Hydrogen Energy Storage for Long Time Scale Energy Production Fluctuations

The possibility of using hydrogen as major energy carrier in a post fossil fuel world has been condemned as economically impractical by a number of a number of technical/economic analysts. Among the economic/technical problems associated with this energy carrier are:

  1. The costs associated with electrocatalytic or photocatalytic decomposition of water hydrogen a very high expensive fuel compared to natural gas.
  2. The cost of transporting hydrogen over long distances is much higher than that of natural gas and potentially involves large energy losses (e.g. in the process of liquefaction) which further increases the cost of a unit of energy delivered to end users.
  3. Hydrogen fuel cells which are the primary means being developed to convert the chemical potential energy of hydrogen to electrical energy are expensive and short lived compared to the mature technologies (e.g. Otto cycle engines, diesel engines, Rankine cycle steam turbines, and combined cycle gas turbines) used to convert the energy of fossil hydrocarbons to electrical and mechanical energy.
  4. The round trip efficiency of electricity storage by means of an electrolyzer/fuel cell combinantion is less than 50%

In spite of these condemnations, interest in hydrogen as an energy storage medium continues. Can this interest be justified, particularly in the light of the falling prices of lithium ion batteries which is currently making them popular as a grid storage medium? I think that this answer to this question is 'yes'. Current lithium ion battery grid applications supply energy for time periods in the range of four to six hours. However, renewable energy flows experience variation on much larger time scales than this. In the case of summer to winter insolation difference the time scale of the fluctuation is six months.

Suppose that we wish use stored energy over a time period of 60 hours (2.5 day) rather than for six hours. The up front storage cost will increase by a factor of 10. Further let us suppose such long time period draw downs of stored energy occur on average once every ten days. A thousand cycles of the energy storage system will then occupy 27 years of time. If a battery has a cycle life of 3000 cycles, then 81 years would be required to obtain full value from the battery system. Even if the batteries were designed to last for such a long time the excess costs during the transition period before the power system has reached long term equilibrium would be substantial. For the six month summer/winter solar variation the economic barriers to using battery energy storage would be even more formidable.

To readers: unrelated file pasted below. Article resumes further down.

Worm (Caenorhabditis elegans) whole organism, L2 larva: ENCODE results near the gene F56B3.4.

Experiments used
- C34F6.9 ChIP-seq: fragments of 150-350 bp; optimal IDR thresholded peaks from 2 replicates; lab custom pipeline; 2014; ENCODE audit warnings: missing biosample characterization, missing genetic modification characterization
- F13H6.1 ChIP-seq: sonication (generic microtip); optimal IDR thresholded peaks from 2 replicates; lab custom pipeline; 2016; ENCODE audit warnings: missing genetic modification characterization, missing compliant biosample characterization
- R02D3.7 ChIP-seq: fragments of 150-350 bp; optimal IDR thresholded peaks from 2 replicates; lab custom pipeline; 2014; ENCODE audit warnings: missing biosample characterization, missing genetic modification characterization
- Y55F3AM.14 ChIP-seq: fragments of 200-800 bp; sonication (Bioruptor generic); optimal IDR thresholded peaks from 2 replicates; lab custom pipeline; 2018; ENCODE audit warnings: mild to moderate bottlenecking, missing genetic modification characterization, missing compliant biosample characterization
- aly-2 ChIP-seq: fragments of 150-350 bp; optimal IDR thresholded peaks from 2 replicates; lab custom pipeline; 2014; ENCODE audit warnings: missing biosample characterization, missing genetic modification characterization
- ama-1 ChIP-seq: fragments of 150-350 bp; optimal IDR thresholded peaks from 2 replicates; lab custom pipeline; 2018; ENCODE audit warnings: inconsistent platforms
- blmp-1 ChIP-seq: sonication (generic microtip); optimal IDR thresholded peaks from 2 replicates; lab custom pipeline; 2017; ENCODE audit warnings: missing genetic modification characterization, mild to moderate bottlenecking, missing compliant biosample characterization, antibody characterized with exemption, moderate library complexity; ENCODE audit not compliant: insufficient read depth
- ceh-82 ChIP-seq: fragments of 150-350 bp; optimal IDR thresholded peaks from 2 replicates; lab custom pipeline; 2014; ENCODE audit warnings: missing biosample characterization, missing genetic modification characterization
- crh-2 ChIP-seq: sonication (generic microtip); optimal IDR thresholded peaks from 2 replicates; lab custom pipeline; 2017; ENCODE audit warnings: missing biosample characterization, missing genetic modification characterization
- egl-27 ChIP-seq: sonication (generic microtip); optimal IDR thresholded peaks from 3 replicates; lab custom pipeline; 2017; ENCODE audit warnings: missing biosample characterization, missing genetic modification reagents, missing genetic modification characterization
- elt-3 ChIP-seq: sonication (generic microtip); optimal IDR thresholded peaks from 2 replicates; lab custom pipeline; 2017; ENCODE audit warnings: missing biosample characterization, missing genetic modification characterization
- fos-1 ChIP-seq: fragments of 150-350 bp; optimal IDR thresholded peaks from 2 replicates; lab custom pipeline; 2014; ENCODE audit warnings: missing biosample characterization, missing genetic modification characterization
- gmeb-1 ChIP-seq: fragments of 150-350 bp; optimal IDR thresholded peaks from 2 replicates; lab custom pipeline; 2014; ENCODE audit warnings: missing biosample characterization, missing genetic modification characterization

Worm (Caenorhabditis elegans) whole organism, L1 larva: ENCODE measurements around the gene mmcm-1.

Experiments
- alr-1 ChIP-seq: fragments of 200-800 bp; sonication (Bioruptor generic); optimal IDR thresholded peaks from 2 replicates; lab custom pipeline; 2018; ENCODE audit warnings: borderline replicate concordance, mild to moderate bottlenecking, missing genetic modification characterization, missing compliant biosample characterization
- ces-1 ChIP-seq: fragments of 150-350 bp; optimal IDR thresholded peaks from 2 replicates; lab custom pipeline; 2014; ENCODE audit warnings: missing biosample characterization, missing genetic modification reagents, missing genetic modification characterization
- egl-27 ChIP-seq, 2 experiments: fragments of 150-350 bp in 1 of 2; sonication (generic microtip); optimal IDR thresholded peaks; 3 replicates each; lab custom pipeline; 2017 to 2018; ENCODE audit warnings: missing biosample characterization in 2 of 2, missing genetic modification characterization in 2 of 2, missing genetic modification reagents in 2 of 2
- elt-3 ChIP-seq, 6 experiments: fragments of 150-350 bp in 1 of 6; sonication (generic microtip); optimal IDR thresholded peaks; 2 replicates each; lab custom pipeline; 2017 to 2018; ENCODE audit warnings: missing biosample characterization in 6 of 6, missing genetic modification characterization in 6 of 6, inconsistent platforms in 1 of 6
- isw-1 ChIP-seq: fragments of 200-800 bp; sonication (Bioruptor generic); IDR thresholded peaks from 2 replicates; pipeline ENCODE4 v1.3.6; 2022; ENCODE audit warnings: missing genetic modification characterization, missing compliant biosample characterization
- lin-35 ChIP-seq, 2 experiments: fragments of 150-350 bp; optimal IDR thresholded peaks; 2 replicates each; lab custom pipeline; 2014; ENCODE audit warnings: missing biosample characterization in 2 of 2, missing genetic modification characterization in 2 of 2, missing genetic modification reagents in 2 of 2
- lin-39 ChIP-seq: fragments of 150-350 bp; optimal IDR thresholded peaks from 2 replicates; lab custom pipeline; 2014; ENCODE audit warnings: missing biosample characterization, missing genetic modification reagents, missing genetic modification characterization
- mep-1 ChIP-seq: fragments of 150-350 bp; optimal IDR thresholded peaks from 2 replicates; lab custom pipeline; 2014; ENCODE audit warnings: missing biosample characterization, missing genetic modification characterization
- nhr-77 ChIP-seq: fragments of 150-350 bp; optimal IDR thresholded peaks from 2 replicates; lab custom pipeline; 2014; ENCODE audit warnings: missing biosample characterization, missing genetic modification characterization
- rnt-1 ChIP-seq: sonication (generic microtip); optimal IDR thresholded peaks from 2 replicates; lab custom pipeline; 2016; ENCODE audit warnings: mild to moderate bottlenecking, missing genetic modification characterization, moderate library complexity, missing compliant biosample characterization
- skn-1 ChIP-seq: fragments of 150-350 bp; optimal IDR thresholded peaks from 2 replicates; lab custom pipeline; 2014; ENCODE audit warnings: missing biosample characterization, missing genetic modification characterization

On the other hand suppose we wish supply power for 60 hour periods once every 10 days using hydrogen produced by electrolysis. An electrolyzer that is capable of producing six hour of hydrogen on an average day could be run continuously for ten days and the hydrogen could be drawn down over a 60 hour period to run a fuel cell. Of course the storage tank would need to be ten times larger than if the maximum run time of the fuel cell was six hours. However, hydrogen fuel tanks are relatively much cheaper than the energy storage electrodes of batteries. Even longer periods of power production would be possible using the same six hours per day electrolyzer. The electrolyzer could be run continuously during the half year with the highest solar input and the hydrogen supply could be drawn down during the part of the year with lower incident solar energy flux. Again, this longer draw down time would require another substantial increase in the size of the hydrogen storage reservoir. However, large storage caches for hydrogen in underground caverns are likely to be much much cheaper than huge banks of energy storage electrodes holding several months worth of energy.

Aug 29, 2017

rogerkb at energystoragenews dot com